Capital Gains Tax

Capital Gains Tax

July 15, 2013

Capital Gains Tax
Posted by Andy Gustafson on Mon, Jul 08, 2013

Capital Gains Tax, as most taxpayers already know, the sale of a capital asset potentially exposes the seller to a capital gains tax obligation. In order to avoid owing capital gains taxes, a basic understanding of capital assets and gains is in order.

What Is a Capital Asset?

Whether you realize it or not, you likely own capital assets. In fact, almost everyone owns some type of capital asset. According to the Internal Revenue Service, capital assets include almost everything you use for personal or investment purposes, including your home, your household furnishing, collectibles, and stocks and bonds held in a personal account.

What Triggers a Capital Gains Tax Obligation?

Typically, the goal of selling an asset is to make a profit as a result of the sale. When you sell a capital asset, the profit is referred to as capital gain. More specifically, capital gain refers to the difference between the basis of the asset and the ultimate sale price. Usually, the basis of an asset is the original purchase price; however, there are exceptions to this general rule. For example, if you purchased a home ten years ago for $100,000 and you sell it tomorrow for $150,000, then the capital gain on the sale is $50,000. The capital gain of $50,000 is then subject to capital gains tax unless it qualifies for an exemption or deferral.

Long-Term vs. Short-Term Capital Gains

Capital gains are divided into two categories – long-term and short-term capital gains. Long-term capital gains include gains realized on assets that were held for more than one year while short-term capital gains refer to the gain on assets held for less than one year. Long-term capital gains incur different tax obligations than short-term capital gains.

How Are Capital Gains Assessed?

Assessing the capital gains tax starts with determining your basis in the asset. You will then subtract your basis from the sale price to arrive at the realized gain upon which the tax is levied. Determining your basis in a capital asset is typically done in one of three ways:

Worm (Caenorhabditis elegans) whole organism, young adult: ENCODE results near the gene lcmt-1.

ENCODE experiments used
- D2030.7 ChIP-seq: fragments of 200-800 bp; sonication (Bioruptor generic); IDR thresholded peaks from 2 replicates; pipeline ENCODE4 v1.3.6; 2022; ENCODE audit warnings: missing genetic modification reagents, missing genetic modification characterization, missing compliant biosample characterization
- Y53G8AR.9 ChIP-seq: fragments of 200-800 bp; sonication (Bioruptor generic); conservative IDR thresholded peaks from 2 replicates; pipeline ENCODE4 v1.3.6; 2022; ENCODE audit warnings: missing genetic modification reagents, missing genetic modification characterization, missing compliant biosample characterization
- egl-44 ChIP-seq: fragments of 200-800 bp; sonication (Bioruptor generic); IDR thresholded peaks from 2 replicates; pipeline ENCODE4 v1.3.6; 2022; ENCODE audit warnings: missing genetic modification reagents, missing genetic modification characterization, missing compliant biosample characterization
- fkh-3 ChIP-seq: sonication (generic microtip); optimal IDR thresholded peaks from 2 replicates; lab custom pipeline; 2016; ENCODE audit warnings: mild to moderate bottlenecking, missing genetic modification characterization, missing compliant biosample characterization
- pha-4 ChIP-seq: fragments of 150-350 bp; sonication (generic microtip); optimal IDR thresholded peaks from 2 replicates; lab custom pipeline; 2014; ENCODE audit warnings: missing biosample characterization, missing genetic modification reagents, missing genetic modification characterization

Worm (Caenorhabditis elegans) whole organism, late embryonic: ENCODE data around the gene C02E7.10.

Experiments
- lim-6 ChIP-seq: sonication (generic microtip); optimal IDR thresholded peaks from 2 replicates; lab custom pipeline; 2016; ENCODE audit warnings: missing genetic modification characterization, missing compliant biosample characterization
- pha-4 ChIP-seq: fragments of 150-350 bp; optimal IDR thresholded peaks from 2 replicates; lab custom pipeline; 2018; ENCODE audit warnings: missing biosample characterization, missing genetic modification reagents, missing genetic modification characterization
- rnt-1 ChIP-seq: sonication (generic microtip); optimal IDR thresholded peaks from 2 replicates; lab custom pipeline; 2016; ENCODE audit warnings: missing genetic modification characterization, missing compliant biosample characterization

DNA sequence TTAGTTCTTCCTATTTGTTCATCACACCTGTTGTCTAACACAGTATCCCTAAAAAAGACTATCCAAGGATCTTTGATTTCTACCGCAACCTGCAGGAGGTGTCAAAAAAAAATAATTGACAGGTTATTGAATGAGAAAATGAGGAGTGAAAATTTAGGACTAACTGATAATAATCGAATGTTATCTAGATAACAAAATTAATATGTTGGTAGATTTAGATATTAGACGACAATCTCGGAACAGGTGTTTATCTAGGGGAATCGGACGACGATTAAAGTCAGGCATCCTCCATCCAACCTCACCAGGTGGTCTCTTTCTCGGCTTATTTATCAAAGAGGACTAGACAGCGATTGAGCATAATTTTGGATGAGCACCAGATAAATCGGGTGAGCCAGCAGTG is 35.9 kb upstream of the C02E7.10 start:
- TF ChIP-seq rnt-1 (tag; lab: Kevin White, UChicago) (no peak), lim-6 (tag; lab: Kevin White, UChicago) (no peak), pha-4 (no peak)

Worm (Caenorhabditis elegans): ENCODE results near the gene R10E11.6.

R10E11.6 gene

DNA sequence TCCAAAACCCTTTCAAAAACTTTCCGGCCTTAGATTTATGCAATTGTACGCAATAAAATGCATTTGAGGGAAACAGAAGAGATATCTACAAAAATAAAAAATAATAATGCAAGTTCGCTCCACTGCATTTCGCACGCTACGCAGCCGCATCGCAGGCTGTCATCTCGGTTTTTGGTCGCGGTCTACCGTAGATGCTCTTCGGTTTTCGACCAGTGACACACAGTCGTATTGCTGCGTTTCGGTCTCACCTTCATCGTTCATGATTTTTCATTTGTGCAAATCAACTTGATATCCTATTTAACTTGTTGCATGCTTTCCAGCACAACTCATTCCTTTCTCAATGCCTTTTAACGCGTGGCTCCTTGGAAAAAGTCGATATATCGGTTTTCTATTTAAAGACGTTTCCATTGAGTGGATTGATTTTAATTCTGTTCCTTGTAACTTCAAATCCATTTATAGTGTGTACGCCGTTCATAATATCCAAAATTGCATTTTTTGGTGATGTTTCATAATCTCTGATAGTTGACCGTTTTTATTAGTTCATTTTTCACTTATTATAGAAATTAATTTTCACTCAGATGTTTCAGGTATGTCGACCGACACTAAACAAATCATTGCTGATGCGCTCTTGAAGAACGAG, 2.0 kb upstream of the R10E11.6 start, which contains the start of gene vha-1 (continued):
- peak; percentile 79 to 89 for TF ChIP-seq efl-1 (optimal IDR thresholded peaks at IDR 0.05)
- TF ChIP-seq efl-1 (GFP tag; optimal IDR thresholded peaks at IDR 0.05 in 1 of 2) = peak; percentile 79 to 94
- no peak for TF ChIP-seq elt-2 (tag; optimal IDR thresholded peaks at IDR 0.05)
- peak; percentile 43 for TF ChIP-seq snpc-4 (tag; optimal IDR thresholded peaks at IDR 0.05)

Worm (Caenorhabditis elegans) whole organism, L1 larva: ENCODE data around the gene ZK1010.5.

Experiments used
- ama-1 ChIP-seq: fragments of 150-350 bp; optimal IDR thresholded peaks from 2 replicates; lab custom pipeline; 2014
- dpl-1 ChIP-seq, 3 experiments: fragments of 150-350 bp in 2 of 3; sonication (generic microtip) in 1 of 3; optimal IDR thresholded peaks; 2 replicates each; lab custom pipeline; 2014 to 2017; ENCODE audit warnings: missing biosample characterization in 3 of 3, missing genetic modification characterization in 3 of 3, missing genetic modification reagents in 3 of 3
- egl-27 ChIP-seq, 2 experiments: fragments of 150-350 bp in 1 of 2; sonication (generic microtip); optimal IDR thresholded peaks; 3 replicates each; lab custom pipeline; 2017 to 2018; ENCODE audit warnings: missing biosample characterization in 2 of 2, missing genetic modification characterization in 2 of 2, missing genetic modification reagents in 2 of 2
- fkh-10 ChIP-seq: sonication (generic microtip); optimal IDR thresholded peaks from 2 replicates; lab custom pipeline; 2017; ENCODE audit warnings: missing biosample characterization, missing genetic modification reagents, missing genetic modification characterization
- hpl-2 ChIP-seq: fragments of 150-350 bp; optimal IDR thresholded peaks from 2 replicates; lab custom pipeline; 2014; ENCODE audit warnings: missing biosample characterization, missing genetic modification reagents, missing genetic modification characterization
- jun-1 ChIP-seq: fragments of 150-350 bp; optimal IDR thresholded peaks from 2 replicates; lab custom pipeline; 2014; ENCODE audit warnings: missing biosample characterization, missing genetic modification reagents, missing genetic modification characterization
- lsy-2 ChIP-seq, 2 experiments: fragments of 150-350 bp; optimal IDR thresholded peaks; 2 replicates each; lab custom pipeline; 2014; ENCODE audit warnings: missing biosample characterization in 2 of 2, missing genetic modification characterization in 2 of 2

1.Purchased. If you purchased the asset outright then the price you paid for the asset is considered your basis.
2.Inherited. If you inherit an asset then the basis is determined by the value of the asset on the date of death of the original owner.
3.Gifted. If you received the asset as a gift, your basis is the amount that was originally paid for the asset unless the market value on the date of the gift was less than what was originally paid for the asset.
While these are the three most common methods of determining your basis, there are numerous exceptions to these general rules as well as adjustments to the calculations that may be required before you are ready to start figuring your capital gains tax obligation.

What Are the Current Capital Gains Tax Rates?

Because the IRS wants to encourage people to hold onto assets, gain realized on long-term assets are taxed at a lower tax rate than gain realized on short-term assets. Long-term gains are taxed at 0 to 23.8 percent rate dependent upon adjusted gross income except in the following circumstances:

•The taxable part of a gain from selling Section 1202 qualified small business stock is taxed at a maximum 28 percent rate.
•Net capital gains from selling collectibles (such as coins, precious metals or art) are taxed at a maximum 28 percent rate.
•The portion of any un-recaptured Section 1250 gain from selling Section 1250 real property is taxed at a maximum 25 percent rate.
Short-term capital gains, on the other hand, are taxed at your ordinary income tax rate.

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